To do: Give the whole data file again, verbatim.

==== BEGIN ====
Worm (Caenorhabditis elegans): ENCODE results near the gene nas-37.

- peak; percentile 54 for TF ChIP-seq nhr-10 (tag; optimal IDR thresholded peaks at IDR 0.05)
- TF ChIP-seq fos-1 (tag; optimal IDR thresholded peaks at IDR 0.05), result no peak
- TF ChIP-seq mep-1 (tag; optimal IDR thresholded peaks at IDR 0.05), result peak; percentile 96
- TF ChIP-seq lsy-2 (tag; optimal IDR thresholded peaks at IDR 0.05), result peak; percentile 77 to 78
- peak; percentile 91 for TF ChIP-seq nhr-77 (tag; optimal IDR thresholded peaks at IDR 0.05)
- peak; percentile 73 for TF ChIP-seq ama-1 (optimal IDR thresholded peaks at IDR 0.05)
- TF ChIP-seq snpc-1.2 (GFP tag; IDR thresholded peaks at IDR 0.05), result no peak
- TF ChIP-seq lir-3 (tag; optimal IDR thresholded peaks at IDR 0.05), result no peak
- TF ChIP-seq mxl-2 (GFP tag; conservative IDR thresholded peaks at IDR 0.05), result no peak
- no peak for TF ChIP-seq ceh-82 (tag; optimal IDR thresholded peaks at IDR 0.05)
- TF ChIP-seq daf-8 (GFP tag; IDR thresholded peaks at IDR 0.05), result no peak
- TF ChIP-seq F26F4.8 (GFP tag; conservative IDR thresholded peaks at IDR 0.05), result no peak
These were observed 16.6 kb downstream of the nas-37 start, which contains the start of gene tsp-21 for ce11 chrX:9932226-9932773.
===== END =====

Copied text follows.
Worm (Caenorhabditis elegans): ENCODE results near the gene nas-37.

- peak; percentile 54 for TF ChIP-seq nhr-10 (tag; optimal IDR thresholded peaks at IDR 0.05)
- TF ChIP-seq fos-1 (tag; optimal IDR thresholded peaks at IDR 0.05), result no peak
- TF ChIP-seq mep-1 (tag; optimal IDR thresholded peaks at IDR 0.05), result peak; percentile 96
- TF ChIP-seq lsy-2 (tag; optimal IDR thresholded peaks at IDR 0.05), result peak; percentile 77 to 78
- peak; percentile 91 for TF ChIP-seq nhr-77 (tag; optimal IDR thresholded peaks at IDR 0.05)
- peak; percentile 73 for TF ChIP-seq ama-1 (optimal IDR thresholded peaks at IDR 0.05)
- TF ChIP-seq snpc-1.2 (GFP tag; IDR thresholded peaks at IDR 0.05), result no peak
- TF ChIP-seq lir-3 (tag; optimal IDR thresholded peaks at IDR 0.05), result no peak
- TF ChIP-seq mxl-2 (GFP tag; conservative IDR thresholded peaks at IDR 0.05), result no peak
- no peak for TF ChIP-seq ceh-82 (tag; optimal IDR thresholded peaks at IDR 0.05)
- TF ChIP-seq daf-8 (GFP tag; IDR thresholded peaks at IDR 0.05), result no peak
- TF ChIP-seq F26F4.8 (GFP tag; conservative IDR thresholded peaks at IDR 0.05), result no peak
These were observed 16.6 kb downstream of the nas-37 start, which contains the start of gene tsp-21 for ce11 chrX:9932226-9932773.